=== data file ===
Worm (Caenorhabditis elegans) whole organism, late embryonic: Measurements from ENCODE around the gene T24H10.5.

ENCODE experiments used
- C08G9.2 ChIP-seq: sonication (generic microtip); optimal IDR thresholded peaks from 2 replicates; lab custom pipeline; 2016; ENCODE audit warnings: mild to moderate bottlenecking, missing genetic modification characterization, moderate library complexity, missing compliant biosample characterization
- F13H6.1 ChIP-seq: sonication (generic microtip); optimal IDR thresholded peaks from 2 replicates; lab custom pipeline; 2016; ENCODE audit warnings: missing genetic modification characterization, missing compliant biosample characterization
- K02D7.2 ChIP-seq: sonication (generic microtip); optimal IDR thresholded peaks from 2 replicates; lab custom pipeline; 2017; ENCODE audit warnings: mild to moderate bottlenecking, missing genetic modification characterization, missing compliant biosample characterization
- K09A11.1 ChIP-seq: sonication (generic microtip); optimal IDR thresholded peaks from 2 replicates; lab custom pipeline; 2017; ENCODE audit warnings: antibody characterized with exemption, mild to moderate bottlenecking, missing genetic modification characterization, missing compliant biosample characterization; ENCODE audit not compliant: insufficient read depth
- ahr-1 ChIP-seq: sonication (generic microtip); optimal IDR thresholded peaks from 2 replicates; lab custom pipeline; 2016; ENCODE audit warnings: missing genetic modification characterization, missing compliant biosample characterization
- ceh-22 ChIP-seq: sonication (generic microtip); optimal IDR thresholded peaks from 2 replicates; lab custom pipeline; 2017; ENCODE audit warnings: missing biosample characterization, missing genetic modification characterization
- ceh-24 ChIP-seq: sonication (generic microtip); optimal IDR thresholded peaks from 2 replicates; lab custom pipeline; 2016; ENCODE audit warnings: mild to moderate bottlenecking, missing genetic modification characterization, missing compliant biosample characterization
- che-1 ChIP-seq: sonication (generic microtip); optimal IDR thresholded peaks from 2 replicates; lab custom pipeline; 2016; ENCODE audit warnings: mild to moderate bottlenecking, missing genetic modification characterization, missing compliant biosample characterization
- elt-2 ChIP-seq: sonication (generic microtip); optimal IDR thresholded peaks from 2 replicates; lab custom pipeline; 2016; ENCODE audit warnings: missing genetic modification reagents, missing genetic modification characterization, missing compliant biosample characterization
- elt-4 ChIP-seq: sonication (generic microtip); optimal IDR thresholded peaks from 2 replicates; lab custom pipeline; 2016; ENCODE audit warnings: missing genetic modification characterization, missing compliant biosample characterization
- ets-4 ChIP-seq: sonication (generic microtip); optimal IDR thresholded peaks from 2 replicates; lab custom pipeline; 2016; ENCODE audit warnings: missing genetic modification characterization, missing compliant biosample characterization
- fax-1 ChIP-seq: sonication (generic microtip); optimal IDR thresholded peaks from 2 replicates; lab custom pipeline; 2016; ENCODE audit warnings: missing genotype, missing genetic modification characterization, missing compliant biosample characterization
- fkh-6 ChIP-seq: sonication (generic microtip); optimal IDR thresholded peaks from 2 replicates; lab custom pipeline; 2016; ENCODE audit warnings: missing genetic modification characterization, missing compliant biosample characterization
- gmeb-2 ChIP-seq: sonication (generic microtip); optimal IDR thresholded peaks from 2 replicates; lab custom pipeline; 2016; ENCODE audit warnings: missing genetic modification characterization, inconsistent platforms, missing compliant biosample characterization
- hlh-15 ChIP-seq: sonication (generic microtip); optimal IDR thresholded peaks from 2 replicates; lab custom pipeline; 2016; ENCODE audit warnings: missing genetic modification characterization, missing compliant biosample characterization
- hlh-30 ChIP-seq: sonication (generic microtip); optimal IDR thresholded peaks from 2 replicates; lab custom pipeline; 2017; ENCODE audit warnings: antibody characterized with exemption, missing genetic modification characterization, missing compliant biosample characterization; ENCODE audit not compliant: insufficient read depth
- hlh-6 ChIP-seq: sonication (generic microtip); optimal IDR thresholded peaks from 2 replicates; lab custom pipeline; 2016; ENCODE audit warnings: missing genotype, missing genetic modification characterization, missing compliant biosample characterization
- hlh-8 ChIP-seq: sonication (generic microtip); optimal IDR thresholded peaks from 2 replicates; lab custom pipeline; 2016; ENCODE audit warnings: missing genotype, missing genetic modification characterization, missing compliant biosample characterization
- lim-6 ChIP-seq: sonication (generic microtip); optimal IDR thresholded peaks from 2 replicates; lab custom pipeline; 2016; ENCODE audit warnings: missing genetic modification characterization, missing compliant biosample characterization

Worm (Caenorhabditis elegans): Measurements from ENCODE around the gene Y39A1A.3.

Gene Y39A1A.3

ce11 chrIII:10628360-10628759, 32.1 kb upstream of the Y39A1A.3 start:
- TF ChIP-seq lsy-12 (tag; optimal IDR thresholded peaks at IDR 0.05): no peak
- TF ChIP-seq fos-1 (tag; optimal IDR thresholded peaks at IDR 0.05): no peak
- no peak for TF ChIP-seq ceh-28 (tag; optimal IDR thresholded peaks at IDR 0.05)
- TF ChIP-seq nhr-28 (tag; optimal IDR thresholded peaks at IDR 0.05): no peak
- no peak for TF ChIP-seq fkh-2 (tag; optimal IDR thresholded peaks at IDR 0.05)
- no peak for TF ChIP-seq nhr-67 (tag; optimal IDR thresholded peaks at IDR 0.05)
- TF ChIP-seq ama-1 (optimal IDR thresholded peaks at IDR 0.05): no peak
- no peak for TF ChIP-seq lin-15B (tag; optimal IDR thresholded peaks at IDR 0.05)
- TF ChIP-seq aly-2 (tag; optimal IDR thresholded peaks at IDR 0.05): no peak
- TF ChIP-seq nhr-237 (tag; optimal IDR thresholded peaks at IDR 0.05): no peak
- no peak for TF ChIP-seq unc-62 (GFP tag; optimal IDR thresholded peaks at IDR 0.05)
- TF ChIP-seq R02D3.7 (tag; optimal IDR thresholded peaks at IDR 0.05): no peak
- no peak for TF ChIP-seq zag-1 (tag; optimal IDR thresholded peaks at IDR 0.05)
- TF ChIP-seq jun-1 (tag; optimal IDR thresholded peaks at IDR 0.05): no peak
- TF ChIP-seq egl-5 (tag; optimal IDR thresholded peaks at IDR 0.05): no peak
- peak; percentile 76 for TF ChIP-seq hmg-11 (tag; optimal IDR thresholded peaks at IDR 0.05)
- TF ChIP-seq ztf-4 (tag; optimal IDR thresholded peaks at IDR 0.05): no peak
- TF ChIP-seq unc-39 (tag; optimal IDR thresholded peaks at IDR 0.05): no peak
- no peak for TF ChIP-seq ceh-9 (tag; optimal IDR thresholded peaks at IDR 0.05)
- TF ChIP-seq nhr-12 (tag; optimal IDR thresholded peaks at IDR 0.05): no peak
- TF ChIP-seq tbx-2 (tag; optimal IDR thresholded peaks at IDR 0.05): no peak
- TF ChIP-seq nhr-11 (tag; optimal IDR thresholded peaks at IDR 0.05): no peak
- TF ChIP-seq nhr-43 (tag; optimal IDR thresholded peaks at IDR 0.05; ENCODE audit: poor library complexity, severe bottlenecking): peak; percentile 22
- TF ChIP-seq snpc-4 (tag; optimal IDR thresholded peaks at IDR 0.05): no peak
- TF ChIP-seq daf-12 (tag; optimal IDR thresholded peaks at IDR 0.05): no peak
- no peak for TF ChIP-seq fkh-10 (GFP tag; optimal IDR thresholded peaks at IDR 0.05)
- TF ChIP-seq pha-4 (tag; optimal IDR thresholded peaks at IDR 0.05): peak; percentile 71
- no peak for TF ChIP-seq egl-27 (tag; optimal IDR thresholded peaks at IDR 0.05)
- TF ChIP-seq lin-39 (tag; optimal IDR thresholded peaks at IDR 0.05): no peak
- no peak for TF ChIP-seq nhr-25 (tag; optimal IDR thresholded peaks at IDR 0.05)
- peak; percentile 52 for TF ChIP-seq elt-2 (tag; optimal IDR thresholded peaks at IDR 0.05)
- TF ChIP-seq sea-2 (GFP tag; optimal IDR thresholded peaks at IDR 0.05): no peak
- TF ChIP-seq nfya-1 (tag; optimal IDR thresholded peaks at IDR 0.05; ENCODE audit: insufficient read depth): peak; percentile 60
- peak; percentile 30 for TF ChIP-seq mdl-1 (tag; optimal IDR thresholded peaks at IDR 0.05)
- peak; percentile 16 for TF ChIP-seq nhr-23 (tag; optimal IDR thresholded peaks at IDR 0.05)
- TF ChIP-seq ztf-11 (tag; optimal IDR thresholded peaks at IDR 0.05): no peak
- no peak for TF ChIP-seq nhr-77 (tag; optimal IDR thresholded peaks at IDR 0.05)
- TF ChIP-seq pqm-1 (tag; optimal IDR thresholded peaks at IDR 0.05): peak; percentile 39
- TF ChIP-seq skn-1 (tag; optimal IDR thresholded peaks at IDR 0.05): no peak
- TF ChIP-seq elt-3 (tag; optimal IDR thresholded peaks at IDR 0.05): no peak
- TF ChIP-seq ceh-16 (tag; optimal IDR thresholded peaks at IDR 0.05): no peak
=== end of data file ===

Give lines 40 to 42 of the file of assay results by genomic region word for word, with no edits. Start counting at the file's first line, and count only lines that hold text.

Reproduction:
- peak; percentile 76 for TF ChIP-seq hmg-11 (tag; optimal IDR thresholded peaks at IDR 0.05)
- TF ChIP-seq ztf-4 (tag; optimal IDR thresholded peaks at IDR 0.05): no peak
- TF ChIP-seq unc-39 (tag; optimal IDR thresholded peaks at IDR 0.05): no peak